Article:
This blog is a personal take on Listowel, Co. Kerry. I am writing for anyone anywhere with a Listowel connection but especially for sons and daughters of Listowel who find themselves far from home. Contact me at listowelconnection@gmail.com

Tag: Listowel Pitch and Putt Page 1 of 4

Seaside Memories

Photo; Éamon ÓMurchú

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Memories of Ballybunion

Stephen Twohig is an exile from his native Kanturk. On our Facebook group, Kanturk Memories, he is sharing his childhood memories. Day trips and holidays in Ballybunion were an important part of his young days in the 1970s.

Ballybunion, our Disney!

On day trips one could take the bus from the Square on a Saturday or Sunday, all your gear packed in bags. You were laden down with shovels, buckets, fishnets and armbands , blankets and picnic baskets. 

When driving the long road through Newmarket, Rockchapel and Listowel the journey seemed to take forever. When we reached Listowel we knew we were on the home stretch. Finally cresting the last hill and long stretches of these last nine miles we would call out “Ballybunion here we come”” when we saw the gable end of the first row of houses in the town. 

Ballybunion was our Disney. It had a magic and mystique about it. It was circus~ carnivaL sun and fun all in one place. Even the harsh winter Atlantic couldn’t erode all the warm memories we have from this seaside town. There are two long beaches split in the middle by a long outcrop into the ocean. On the tip are the remains of a castle, still standing guard. In the olden days the women went to one beach and the men the other and one still called them by those names. God forbid one saw the other in their long drab flax burlap costumes.! Doubtless there was any big run on sun block back then. 

We always went to the men’s or right hand beach. You would scoot down the hill trying not to fall through the coarse sandy grass and finally plop down on the dry white sand. We would stay on the beach from morning until near sundown. More often than not we would be the last few stragglers left behind all huddled around each other in goosebumps from the cold. We would erect a windbreaker for a wall and drape a blanket over it if the showers came. When others ran for cover we were staunch and held our ground. 

To give mother her credit she stayed with us from morning until dusk and never complained of getting bored. Dad on the other hand would last about an hour on the sand, on a good day. He would wait for us above on the grass and wave down and wonder when these kids were going to get fed up of the beach and want to go home. He would have a long wait. I like to imagine that he still watches over us, and still waits. 

When the tide went out it left warm pools to bathe in over by the cliffs and in some cases small caves that you dared not venture in, in fear. Mike and I would pull plastic boats or ships behind us. When with us Dad would hold us high on his shoulders as he waded out into the tall waves scaring the daylights out of us on purpose. You could hear the screans and yells of children as they jumped the incoming waves. played ball or held on to flapping kites, or just made castles in the sand. And there sitting uncomfortably on the edge of the blanket looking out of place in his heavy tweeds, shirt and tie and cap is your man from the front of Roches, waiting. Out of place again, on the edge of more than the blanket. He will spend the required time then hoof it up for tea in the shade of a Hotel. Or head to the pub to wait it out.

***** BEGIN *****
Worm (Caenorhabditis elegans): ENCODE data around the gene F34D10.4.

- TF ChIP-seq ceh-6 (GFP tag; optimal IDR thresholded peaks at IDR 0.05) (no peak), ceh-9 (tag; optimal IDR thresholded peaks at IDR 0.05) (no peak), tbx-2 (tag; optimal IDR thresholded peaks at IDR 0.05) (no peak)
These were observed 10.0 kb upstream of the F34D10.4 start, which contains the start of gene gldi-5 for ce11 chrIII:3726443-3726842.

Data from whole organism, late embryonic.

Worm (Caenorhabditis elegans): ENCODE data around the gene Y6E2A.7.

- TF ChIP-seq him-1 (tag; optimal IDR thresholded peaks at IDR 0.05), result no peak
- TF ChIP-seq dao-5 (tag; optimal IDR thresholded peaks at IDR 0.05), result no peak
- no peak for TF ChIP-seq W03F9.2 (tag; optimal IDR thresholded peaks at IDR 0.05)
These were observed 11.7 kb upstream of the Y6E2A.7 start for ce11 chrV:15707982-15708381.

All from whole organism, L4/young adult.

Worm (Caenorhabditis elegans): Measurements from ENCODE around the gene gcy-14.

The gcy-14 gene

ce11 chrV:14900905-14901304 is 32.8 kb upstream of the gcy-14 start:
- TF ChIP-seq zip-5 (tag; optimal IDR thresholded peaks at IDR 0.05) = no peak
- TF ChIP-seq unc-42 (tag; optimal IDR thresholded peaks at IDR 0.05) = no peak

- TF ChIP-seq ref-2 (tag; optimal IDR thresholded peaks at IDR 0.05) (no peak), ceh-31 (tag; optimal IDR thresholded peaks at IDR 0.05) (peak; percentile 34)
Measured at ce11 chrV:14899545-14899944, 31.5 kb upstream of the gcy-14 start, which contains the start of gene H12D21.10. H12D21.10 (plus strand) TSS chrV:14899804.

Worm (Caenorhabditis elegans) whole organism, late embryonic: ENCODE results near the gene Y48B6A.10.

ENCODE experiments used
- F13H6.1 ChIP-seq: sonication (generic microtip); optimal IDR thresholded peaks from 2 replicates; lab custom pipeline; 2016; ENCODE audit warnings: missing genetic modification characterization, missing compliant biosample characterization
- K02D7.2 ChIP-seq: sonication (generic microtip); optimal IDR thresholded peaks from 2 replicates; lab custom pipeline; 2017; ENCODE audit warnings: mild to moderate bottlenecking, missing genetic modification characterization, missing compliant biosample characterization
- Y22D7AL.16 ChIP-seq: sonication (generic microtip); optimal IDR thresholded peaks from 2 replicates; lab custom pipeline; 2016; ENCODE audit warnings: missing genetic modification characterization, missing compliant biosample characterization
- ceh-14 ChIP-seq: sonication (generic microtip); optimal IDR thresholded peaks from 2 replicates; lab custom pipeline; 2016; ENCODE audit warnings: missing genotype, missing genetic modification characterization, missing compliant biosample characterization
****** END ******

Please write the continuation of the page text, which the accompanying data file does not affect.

Every few hours we would hop from foot to foot on the hot tar up the steep hill to the two shops near the bathrooms. These shops had all you ever wanted as a child. Little plastic windmills spun in the wind like propellers, balloons, kites, boats, bright buckets and shovels stuck out from every possible place. There, laid out was an array of sweets and delights that would leave your mouth watering if not so already in the sweltering heat. The smells of cotton candy, cones, periwinkles and sun lotions filled the sea air. We would each buy a ninety-nine cone with a chocolate crumbling “flake” stuck in the top. Then before it melted you would climb up the coarse grass to the hill on top and look down on the beach far below trying to see your own blanket. When finished scoot down the hill again with a runny and melting cone for the mother. In the late afternoon we would be left to ourselves as the parents went over and had tea at the far end of the beach. If indulgent they would treat themselves to a warm seaweed bath. All we could think about was the slimy. shiny fronds of the bubbled seaweed and we couldn’t believe they would willingly bathe in it. 

If it was wet or rainy we would go for tea and Club Milks at Dana’s. There you would pick out postcards from the revolving racks and write and send them, though we probably would be home before they got there. There were always treats in the front window of Beasleys that would catch your eye and we wouldn’t be happy until we had emptied our pockets and had it in our hands. There were toy cars. diaries . seashells, boats, storybooks and the ever favourite candy rock. This was a long piece of hard candy, the o